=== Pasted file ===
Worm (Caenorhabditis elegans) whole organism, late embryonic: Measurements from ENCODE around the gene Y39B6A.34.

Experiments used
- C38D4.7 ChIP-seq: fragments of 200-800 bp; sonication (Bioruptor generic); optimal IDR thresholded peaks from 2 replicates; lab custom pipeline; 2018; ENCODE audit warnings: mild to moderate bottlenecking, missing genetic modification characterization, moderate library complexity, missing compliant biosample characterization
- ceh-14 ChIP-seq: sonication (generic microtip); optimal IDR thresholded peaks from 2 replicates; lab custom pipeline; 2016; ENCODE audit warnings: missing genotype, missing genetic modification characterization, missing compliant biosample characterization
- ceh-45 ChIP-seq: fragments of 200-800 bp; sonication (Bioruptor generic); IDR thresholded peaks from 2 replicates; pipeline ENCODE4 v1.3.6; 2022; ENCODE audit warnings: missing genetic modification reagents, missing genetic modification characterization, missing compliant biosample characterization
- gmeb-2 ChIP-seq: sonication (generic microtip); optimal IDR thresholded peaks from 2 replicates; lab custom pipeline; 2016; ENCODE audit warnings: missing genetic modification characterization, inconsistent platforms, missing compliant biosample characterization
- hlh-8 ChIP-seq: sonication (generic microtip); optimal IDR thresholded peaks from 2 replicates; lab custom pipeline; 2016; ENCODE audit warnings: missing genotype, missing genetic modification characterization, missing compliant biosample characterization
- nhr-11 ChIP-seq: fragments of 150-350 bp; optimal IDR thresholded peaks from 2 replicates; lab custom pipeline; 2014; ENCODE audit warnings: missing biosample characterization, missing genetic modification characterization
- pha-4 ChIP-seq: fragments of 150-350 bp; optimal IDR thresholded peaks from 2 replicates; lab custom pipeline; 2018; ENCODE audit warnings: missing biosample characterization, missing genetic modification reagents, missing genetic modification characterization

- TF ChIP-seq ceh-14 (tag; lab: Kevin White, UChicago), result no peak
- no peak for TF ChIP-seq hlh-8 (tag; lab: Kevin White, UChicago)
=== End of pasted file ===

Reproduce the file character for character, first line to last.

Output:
Worm (Caenorhabditis elegans) whole organism, late embryonic: Measurements from ENCODE around the gene Y39B6A.34.

Experiments used
- C38D4.7 ChIP-seq: fragments of 200-800 bp; sonication (Bioruptor generic); optimal IDR thresholded peaks from 2 replicates; lab custom pipeline; 2018; ENCODE audit warnings: mild to moderate bottlenecking, missing genetic modification characterization, moderate library complexity, missing compliant biosample characterization
- ceh-14 ChIP-seq: sonication (generic microtip); optimal IDR thresholded peaks from 2 replicates; lab custom pipeline; 2016; ENCODE audit warnings: missing genotype, missing genetic modification characterization, missing compliant biosample characterization
- ceh-45 ChIP-seq: fragments of 200-800 bp; sonication (Bioruptor generic); IDR thresholded peaks from 2 replicates; pipeline ENCODE4 v1.3.6; 2022; ENCODE audit warnings: missing genetic modification reagents, missing genetic modification characterization, missing compliant biosample characterization
- gmeb-2 ChIP-seq: sonication (generic microtip); optimal IDR thresholded peaks from 2 replicates; lab custom pipeline; 2016; ENCODE audit warnings: missing genetic modification characterization, inconsistent platforms, missing compliant biosample characterization
- hlh-8 ChIP-seq: sonication (generic microtip); optimal IDR thresholded peaks from 2 replicates; lab custom pipeline; 2016; ENCODE audit warnings: missing genotype, missing genetic modification characterization, missing compliant biosample characterization
- nhr-11 ChIP-seq: fragments of 150-350 bp; optimal IDR thresholded peaks from 2 replicates; lab custom pipeline; 2014; ENCODE audit warnings: missing biosample characterization, missing genetic modification characterization
- pha-4 ChIP-seq: fragments of 150-350 bp; optimal IDR thresholded peaks from 2 replicates; lab custom pipeline; 2018; ENCODE audit warnings: missing biosample characterization, missing genetic modification reagents, missing genetic modification characterization

- TF ChIP-seq ceh-14 (tag; lab: Kevin White, UChicago), result no peak
- no peak for TF ChIP-seq hlh-8 (tag; lab: Kevin White, UChicago)